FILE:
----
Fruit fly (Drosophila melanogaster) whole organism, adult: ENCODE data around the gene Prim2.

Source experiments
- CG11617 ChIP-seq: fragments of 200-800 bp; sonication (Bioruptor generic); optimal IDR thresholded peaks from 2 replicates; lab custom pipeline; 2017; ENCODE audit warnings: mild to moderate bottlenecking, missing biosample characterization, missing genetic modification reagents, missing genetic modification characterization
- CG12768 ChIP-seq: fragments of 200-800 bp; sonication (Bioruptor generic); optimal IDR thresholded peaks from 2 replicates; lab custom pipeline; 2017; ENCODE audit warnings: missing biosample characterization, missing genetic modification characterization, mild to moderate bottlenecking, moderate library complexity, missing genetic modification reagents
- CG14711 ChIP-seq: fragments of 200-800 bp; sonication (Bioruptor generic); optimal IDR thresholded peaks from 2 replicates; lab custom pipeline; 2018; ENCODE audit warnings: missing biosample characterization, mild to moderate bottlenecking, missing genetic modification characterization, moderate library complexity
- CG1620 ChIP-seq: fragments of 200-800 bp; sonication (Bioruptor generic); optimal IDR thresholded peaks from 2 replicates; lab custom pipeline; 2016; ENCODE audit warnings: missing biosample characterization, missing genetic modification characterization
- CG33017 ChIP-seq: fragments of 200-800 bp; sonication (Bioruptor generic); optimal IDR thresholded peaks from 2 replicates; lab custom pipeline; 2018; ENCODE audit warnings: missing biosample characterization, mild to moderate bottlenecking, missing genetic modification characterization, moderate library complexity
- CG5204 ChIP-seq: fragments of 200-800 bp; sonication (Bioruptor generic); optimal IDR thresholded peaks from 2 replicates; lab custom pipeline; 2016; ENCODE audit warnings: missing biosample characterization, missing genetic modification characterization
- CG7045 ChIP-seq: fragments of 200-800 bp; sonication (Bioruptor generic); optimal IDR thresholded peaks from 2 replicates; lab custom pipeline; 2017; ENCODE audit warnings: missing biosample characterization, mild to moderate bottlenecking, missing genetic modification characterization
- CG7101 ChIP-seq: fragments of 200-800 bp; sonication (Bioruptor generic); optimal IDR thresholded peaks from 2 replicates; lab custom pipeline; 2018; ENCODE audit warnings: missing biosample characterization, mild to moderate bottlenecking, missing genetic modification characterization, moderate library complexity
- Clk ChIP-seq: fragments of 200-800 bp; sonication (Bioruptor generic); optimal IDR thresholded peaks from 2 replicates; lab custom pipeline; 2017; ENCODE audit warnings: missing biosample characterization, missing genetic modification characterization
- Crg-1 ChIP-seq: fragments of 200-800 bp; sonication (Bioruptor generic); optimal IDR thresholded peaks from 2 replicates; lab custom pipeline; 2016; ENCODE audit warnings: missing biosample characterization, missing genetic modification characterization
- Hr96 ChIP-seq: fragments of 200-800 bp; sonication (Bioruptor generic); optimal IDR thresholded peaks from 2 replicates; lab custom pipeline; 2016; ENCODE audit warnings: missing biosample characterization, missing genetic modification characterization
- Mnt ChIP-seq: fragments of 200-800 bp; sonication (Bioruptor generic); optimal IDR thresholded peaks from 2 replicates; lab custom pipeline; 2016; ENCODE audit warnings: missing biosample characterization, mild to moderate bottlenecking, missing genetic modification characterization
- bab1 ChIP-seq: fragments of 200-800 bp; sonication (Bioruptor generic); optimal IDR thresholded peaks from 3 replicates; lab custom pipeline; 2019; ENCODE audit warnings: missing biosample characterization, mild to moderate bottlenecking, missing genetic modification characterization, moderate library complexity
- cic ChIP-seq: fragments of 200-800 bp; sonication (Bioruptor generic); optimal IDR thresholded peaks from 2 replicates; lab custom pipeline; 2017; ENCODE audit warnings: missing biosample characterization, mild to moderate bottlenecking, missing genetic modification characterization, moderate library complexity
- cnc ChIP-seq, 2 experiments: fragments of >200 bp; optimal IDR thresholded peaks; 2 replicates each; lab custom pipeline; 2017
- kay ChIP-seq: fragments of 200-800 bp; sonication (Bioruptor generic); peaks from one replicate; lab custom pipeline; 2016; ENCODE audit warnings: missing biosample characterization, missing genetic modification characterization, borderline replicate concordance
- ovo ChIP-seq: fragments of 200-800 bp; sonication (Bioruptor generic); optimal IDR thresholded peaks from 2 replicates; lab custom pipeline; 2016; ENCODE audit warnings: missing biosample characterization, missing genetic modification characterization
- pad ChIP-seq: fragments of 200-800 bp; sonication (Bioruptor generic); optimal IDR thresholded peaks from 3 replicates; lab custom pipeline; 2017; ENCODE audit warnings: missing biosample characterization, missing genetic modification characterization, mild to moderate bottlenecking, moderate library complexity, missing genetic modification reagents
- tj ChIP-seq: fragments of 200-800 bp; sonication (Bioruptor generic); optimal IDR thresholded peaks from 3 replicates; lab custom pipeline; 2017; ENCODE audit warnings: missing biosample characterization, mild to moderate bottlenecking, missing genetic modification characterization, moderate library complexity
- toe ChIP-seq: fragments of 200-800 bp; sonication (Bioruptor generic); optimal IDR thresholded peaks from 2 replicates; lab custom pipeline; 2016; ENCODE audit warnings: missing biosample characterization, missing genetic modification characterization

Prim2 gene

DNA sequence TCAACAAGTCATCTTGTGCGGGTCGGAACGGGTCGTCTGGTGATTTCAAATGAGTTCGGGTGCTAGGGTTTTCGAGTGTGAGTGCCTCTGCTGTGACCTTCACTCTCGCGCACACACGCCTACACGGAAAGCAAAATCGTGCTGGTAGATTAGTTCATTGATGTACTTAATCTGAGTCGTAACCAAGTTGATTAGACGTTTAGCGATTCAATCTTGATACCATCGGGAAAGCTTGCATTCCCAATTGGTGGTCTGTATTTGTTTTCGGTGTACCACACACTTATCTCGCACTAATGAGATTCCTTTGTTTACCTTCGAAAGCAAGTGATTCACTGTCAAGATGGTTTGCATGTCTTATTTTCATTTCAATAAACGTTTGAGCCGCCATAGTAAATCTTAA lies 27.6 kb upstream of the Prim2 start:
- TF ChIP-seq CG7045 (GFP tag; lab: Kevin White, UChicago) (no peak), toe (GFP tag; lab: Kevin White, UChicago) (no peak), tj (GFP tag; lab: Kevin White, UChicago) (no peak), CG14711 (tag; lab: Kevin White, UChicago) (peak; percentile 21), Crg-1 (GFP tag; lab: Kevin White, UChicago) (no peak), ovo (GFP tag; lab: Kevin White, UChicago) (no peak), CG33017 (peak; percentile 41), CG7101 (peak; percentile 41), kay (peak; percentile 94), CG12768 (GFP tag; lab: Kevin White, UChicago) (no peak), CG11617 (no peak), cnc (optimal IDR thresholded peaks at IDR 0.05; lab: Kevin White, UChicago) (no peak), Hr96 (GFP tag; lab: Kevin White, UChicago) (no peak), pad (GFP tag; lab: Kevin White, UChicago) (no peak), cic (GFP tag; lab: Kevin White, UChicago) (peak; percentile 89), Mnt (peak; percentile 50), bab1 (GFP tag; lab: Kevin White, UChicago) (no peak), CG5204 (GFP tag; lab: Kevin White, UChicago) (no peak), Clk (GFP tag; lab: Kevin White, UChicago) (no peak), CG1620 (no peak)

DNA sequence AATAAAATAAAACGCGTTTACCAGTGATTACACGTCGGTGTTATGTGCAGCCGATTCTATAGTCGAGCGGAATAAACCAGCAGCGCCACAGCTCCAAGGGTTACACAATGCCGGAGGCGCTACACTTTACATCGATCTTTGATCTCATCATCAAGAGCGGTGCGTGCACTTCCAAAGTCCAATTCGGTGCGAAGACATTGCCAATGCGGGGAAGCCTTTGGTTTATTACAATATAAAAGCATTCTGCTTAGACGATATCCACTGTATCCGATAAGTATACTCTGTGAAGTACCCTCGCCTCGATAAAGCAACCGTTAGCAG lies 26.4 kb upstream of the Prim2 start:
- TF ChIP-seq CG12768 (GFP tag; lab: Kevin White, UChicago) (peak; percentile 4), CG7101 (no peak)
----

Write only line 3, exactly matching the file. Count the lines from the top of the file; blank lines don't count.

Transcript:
- CG11617 ChIP-seq: fragments of 200-800 bp; sonication (Bioruptor generic); optimal IDR thresholded peaks from 2 replicates; lab custom pipeline; 2017; ENCODE audit warnings: mild to moderate bottlenecking, missing biosample characterization, missing genetic modification reagents, missing genetic modification characterization